Mumps is an acute viral disease characterized by fever, swelling, and tenderness of one or more salivary glands. Mumps is not common in the United States due to robust vaccination programs. The measles-mumps-rubella (MMR) vaccine protects against mumps, though follow-up doses are sometimes needed. 

Who gets mumps?

Anyone who is not immune from either previous mumps infection or from vaccination can get mumps. Before the routine vaccination program was introduced in the United States, mumps was a common illness in infants, children, and young adults. Because most people have now been vaccinated, mumps is now a rare disease in the United States. Mumps is more common during winter and spring.

How is mumps spread?

Mumps is spread when an infected person coughs or sneezes and sends the mumps virus into the air. The virus can land in other people's noses or throats when they breathe or put their fingers to their mouth or nose after handling an infected surface.

Symptoms of mumps

Symptoms of mumps include:

  • fever
  • headache
  • swelling and tenderness of one or more of the salivary glands located close to the jaw. The salivary gland most often affected is the parotid gland (located just below the front of the ear).

Approximately one-third of infected people do not exhibit symptoms.

The incubation period is usually 16 to 18 days, although it may vary from 14 to 25 days.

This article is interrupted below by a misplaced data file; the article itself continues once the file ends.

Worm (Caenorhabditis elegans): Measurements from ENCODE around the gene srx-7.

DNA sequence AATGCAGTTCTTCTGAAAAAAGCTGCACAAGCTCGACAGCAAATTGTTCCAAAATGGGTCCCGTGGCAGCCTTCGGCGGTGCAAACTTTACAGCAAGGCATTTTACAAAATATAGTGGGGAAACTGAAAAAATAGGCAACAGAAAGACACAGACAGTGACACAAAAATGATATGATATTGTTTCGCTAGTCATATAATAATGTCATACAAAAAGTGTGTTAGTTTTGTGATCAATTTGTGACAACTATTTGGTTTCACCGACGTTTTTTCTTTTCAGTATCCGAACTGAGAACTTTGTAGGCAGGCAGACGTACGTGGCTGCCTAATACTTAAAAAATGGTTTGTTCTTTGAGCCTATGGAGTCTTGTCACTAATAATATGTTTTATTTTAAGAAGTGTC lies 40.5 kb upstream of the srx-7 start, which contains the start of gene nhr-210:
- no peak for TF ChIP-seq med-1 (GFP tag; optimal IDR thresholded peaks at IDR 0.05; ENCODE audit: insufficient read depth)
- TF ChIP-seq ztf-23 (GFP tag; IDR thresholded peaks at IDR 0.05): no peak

What complications have been associated with mumps?

Mumps can cause encephalitis (inflammation of the brain), meningitis (inflammation of the covering of the brain and spinal column), inflammation of the testes or ovaries, inflammation of the pancreas, and deafness (usually not permanent).

When and for how long is a person able to spread mumps?

Mumps is generally transmitted from about 3 days before symptoms appear to about 5 days after, although the virus has been isolated from saliva as early as 7 days before to as late as 9 days after the onset of symptoms.

Does past infection with mumps make a person immune?

Immunity acquired after contracting the disease is usually permanent.

Vaccination via two doses, at least 28 days apart on or after someone’s first birthday also usually protects, but for those who were in close contact with an ill person, Miami encourages considering getting a 3rd dose of the MMR vaccine.

A vaccination (3rd dose or otherwise) does not protect from previous exposure to the disease but provides additional protection from new or future exposures.